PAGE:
Record of the Day #21 – Red Hot Chili Peppers, Greatest Hits

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I’m not a big advocate of greatest hits compilations. I see their merit, but I tend to treat them cynically – not as cash grabs, but mostly just as unnecessary. I can appreciate the appeal of having a record of nothing but hits, in that the experience is normally a much stronger one than a standard LP, but it’s still a repackaging of old material jazzed up in a fancy new format and accompanied by other band classics. I avoid greatest hits releases because they don’t do much for me. I like to think that if I know the band I can always make my own via iTunes playlist and just use that as a marker of quality and consistency instead. I find that greatest hits always tend to avoid at least song I’d class as deserving of a place. What you then end up with is something that feels incomplete. I own very few greatest hits releases, only two if I remember correctly. One of them is a heavily scratched version of blink-182’s 2005 collection on CD and the other is Red Hot Chili’s 2003 selection. Not all bands have done enough to merit a greatest hits release – I think that blink and the Chili’s have, and I find both to be a solid representation of the bands finer moments.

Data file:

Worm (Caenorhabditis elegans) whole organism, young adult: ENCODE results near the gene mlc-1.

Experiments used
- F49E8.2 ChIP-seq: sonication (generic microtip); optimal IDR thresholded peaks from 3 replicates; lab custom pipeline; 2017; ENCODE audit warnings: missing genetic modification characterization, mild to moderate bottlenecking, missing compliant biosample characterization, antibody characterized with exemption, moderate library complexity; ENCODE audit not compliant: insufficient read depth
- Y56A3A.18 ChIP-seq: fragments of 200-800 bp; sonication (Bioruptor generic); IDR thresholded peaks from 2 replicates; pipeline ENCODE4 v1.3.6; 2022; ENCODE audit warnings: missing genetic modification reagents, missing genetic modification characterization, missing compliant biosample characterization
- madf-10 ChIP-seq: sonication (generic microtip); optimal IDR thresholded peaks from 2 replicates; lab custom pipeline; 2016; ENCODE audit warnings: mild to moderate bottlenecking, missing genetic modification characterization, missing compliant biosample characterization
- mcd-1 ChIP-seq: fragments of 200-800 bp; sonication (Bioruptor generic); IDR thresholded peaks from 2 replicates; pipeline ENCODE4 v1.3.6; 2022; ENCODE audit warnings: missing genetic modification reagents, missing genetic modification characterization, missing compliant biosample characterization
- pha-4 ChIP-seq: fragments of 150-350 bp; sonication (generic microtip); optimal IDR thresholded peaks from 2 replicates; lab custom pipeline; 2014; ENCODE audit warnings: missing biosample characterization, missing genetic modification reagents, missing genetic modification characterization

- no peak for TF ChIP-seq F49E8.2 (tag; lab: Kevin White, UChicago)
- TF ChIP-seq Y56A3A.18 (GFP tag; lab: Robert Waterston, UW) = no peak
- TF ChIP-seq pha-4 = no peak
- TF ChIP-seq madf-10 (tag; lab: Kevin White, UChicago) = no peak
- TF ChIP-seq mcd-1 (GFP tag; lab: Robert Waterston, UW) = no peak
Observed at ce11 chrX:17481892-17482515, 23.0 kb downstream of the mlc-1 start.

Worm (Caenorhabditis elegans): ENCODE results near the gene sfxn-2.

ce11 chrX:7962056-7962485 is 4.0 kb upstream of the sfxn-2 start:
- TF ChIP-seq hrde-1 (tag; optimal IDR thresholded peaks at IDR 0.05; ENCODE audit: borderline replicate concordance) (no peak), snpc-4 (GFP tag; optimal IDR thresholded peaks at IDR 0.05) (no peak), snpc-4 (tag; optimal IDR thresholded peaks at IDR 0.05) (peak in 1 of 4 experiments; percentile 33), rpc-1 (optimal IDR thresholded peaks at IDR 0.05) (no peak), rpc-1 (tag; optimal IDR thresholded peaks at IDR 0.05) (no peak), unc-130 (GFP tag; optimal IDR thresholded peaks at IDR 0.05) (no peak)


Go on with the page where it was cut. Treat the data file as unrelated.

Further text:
Released: 2003                            Label: Warner Bros.
Variant: 2015 reissue.                Purchased from: SRC vinyl

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Red Hot Chili Peppers are an essential sort of band, one of those everybody knows in at least some capacity. They might not be fans, but they know one or two of the songs, might recognize members of the band or could identify their record covers in a shop. Greatest Hits seems testament to the bands almost universally recognized status fourteen songs plucked from every airway of the nineties into the early noughties (the record featured two new songs, but I don’t care much for these). Across the ten years or so that the record continues, the band released four records, and those records featured some of the Chili’s best-known songs, making Greatest Hits a much more accessible record than the band’s first collection – 1992’s What Hits!? It’s a strong record taking into account some strong records, from a strong band, perhaps the most alternatively prominent of the nineties. It’s the kind of record where you can take comfort in the knowledge that it isn’t going to disappoint. The tracklist is solid throughout, It features a couple of my favorite Chili’s songs – namely Scar Tissue and By The Way – but there are a lot of good tracks on here. My Friends, the only song from 1995’s One Hot Minute is probably one of the weaker songs on here, making the collection mainly taken from Californication and Blood Sex Magik – arguably the bands best two records. As far as greatest hits records go, Red Hot Chili Peppers released one of the best, and I tend to listen to it more often than I listen to the band’s individual records.

 

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